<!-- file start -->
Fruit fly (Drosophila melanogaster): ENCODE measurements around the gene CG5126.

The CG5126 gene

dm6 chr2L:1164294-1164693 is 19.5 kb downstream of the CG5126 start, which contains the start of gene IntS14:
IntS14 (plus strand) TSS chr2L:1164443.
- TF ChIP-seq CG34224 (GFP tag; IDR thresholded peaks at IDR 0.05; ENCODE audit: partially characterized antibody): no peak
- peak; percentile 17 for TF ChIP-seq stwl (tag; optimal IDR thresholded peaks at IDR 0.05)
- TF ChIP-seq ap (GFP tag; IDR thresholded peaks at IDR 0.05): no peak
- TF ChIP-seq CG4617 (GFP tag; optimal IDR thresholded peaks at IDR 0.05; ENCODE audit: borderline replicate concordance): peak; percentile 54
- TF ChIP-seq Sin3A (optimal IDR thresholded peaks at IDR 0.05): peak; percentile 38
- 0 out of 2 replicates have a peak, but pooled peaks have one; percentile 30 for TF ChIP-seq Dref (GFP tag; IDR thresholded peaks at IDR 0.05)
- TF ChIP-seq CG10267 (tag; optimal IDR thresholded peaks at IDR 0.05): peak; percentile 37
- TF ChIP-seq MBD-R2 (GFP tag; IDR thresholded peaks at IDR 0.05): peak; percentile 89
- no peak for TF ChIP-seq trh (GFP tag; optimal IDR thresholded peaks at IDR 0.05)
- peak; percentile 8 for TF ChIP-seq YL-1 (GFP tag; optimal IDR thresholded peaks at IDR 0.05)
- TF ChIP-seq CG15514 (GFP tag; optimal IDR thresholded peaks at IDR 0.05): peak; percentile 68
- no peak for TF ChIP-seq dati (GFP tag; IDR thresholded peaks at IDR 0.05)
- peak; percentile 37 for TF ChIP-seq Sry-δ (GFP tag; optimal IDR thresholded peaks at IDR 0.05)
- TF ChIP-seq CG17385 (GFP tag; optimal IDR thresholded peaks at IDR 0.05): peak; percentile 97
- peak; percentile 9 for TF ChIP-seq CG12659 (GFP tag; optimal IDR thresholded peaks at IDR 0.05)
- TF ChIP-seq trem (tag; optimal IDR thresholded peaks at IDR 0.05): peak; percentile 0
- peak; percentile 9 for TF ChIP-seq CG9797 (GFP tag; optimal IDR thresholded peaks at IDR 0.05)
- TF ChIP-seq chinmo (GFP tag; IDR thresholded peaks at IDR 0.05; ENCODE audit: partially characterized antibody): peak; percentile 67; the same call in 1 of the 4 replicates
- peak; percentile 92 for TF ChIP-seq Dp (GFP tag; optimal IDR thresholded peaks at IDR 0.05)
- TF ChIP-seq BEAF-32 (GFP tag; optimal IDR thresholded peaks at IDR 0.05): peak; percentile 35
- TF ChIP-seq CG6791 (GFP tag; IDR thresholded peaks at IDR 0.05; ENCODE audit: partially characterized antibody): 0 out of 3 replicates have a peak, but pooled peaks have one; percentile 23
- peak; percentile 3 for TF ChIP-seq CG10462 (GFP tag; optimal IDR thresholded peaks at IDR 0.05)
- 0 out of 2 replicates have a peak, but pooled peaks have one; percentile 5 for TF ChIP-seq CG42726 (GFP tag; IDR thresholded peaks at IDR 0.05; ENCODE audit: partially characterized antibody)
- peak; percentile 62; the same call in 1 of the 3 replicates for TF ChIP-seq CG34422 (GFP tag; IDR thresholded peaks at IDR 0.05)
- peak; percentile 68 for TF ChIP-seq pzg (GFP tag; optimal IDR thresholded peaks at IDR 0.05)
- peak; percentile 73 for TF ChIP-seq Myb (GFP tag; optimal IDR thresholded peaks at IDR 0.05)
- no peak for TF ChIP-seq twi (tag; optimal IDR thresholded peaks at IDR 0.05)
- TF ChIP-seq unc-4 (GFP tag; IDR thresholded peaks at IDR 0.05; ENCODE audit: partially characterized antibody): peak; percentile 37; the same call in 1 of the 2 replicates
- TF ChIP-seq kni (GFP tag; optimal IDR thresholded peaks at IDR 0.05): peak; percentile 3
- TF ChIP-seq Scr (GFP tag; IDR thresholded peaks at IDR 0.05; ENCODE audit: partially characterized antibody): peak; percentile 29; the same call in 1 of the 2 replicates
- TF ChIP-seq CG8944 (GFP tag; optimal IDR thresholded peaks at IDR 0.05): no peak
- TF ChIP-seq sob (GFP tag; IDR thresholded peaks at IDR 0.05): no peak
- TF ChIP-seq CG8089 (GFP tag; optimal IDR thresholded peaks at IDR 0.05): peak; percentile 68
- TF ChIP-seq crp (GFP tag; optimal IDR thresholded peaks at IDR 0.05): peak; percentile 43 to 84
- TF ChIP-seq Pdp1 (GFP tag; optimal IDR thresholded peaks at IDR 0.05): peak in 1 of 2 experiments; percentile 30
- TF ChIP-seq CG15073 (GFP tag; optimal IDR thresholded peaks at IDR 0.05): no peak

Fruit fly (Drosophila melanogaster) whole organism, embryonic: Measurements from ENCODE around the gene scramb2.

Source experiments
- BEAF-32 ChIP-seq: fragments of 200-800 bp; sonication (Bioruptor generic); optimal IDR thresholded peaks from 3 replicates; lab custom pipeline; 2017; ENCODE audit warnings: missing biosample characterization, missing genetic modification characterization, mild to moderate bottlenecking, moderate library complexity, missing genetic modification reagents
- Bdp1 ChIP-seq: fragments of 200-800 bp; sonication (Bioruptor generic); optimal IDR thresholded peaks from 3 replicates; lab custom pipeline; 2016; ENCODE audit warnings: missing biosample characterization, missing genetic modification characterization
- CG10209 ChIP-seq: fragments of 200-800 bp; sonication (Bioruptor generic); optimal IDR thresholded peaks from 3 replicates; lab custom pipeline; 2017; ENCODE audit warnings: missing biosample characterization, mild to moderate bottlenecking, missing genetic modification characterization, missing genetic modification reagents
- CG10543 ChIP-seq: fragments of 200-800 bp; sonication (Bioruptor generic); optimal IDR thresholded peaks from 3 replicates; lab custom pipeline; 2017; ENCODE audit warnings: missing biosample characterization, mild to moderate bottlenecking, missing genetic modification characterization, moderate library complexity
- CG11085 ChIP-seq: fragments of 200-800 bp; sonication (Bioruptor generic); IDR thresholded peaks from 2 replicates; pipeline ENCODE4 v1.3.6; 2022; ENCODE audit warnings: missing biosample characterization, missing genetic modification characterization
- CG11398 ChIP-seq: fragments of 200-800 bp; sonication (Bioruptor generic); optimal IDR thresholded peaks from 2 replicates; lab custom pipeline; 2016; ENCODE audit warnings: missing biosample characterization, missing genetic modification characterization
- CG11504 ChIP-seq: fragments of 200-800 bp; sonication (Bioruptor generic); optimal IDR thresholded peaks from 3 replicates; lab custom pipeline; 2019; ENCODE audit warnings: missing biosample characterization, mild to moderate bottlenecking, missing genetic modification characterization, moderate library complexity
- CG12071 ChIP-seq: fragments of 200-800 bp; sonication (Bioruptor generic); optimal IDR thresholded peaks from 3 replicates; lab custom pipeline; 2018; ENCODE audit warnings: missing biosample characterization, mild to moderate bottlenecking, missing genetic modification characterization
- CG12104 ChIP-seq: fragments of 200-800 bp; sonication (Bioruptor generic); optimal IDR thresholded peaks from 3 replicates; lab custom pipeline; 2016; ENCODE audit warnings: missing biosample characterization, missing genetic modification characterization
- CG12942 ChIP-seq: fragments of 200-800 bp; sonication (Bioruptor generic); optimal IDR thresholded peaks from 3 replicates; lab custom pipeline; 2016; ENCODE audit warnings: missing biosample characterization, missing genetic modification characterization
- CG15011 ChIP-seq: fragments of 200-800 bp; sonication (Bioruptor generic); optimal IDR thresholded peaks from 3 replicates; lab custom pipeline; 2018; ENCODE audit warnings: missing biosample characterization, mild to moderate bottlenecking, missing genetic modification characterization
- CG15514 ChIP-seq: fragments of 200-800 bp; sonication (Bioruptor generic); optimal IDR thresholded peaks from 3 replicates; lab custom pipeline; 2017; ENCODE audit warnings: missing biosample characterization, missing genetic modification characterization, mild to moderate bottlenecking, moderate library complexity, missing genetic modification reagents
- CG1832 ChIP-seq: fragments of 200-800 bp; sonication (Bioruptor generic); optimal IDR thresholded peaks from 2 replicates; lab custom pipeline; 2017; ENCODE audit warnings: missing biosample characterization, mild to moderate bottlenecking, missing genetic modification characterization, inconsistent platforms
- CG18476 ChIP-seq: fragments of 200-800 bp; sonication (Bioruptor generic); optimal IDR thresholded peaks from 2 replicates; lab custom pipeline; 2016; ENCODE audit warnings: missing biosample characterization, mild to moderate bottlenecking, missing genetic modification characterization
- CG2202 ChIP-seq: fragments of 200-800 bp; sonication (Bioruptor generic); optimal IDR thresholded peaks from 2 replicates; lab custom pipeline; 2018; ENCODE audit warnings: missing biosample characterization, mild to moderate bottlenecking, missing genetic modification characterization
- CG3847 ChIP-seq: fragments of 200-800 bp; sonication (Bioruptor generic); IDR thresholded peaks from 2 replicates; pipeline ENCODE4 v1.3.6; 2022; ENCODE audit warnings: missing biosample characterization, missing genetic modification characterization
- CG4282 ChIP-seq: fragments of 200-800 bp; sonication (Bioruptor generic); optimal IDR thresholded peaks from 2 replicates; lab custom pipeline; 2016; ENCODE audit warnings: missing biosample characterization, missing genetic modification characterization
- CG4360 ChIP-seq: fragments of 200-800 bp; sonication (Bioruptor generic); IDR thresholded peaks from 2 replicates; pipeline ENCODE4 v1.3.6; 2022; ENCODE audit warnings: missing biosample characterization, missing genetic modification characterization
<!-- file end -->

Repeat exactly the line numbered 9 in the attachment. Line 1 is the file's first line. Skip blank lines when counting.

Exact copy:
- TF ChIP-seq Sin3A (optimal IDR thresholded peaks at IDR 0.05): peak; percentile 38